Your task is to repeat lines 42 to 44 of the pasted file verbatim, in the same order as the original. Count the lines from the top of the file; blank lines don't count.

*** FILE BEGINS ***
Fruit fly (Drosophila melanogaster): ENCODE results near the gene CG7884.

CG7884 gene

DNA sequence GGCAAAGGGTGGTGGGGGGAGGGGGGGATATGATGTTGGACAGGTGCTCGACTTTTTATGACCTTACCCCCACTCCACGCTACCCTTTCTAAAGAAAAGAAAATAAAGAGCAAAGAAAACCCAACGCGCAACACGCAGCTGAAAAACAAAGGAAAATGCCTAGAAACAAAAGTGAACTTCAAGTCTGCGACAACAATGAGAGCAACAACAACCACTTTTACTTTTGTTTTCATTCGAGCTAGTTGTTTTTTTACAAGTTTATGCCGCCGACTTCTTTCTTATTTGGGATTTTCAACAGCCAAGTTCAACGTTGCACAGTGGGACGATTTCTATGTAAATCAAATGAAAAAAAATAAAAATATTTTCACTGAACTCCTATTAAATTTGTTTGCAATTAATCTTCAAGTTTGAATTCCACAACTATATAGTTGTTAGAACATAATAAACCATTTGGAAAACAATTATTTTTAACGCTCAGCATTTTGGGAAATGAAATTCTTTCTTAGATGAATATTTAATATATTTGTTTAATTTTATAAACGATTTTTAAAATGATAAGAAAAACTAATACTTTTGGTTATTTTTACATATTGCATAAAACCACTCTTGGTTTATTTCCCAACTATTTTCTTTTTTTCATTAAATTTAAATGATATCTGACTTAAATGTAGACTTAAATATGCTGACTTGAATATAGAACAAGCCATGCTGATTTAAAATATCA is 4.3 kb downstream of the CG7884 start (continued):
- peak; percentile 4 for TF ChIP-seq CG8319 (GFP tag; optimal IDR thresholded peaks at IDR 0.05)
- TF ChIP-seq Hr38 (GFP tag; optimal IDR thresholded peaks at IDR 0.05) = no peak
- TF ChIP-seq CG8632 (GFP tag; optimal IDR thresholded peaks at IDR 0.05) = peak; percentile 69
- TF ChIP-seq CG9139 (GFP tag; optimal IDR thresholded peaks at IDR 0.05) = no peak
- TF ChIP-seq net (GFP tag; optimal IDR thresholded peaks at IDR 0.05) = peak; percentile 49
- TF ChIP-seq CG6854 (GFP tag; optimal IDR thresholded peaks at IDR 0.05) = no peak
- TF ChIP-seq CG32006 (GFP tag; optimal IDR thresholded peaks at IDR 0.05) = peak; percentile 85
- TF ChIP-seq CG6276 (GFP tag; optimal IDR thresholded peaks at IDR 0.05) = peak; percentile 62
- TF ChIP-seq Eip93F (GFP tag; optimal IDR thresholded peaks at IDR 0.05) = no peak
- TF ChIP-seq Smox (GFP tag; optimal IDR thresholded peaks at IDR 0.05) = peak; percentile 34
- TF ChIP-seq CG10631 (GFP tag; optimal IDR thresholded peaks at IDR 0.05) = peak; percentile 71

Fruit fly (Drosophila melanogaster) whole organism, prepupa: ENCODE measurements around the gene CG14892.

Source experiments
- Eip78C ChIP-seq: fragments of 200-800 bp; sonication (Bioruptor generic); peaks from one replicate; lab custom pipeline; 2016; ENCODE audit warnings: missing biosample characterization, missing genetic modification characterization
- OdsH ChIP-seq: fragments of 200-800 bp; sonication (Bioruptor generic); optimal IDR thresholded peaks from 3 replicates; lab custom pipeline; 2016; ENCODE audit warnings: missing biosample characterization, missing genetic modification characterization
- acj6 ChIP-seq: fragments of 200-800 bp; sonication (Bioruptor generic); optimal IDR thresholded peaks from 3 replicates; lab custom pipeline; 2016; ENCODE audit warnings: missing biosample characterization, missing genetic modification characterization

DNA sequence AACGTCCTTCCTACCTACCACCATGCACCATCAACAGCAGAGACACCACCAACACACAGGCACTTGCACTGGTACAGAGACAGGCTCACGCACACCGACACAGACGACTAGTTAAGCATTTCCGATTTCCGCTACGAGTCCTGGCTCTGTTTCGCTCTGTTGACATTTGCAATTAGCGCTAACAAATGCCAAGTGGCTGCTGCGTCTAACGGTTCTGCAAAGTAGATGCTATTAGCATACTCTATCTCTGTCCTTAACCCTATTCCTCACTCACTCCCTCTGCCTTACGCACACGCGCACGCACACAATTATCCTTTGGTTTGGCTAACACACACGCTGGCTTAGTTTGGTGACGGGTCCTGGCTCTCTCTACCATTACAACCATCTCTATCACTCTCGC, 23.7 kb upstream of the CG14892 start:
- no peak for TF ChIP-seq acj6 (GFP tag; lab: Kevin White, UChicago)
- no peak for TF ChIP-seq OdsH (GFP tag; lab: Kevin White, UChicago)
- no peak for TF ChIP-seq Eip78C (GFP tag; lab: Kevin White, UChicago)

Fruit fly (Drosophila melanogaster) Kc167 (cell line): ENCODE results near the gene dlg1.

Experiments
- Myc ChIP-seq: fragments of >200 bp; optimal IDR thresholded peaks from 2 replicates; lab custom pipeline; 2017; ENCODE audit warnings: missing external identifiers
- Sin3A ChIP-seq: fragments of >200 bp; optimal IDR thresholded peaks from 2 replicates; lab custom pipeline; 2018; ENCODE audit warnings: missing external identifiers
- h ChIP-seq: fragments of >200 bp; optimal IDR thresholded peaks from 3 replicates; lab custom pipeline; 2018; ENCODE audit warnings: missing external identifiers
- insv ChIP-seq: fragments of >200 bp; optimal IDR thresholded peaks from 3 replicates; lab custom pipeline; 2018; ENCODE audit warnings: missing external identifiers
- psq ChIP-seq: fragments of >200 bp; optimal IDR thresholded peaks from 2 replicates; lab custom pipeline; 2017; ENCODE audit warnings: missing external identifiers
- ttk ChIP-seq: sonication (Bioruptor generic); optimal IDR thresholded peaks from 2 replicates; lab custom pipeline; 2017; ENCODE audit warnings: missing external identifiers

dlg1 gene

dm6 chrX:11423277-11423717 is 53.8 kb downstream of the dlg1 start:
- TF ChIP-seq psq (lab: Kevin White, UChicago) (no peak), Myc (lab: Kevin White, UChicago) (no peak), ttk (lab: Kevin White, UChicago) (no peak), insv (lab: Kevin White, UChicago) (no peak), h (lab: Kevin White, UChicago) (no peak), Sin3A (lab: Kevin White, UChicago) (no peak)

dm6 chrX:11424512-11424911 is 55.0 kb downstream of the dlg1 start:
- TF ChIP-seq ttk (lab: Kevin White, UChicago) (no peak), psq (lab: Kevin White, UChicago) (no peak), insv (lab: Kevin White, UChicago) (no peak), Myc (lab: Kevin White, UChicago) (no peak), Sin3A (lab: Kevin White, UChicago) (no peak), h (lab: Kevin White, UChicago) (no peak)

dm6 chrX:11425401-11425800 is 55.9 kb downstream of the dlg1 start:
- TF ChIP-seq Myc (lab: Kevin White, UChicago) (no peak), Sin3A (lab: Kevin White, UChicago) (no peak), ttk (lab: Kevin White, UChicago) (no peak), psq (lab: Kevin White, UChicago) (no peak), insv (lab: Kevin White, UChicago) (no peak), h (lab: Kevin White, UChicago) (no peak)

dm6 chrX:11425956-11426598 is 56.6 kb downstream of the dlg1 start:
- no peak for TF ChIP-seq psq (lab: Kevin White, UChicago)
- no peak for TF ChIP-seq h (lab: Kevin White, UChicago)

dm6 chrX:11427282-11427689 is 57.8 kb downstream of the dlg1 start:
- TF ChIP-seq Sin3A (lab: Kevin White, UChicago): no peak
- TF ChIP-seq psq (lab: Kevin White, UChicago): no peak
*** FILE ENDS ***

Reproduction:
dm6 chrX:11427282-11427689 is 57.8 kb downstream of the dlg1 start:
- TF ChIP-seq Sin3A (lab: Kevin White, UChicago): no peak
- TF ChIP-seq psq (lab: Kevin White, UChicago): no peak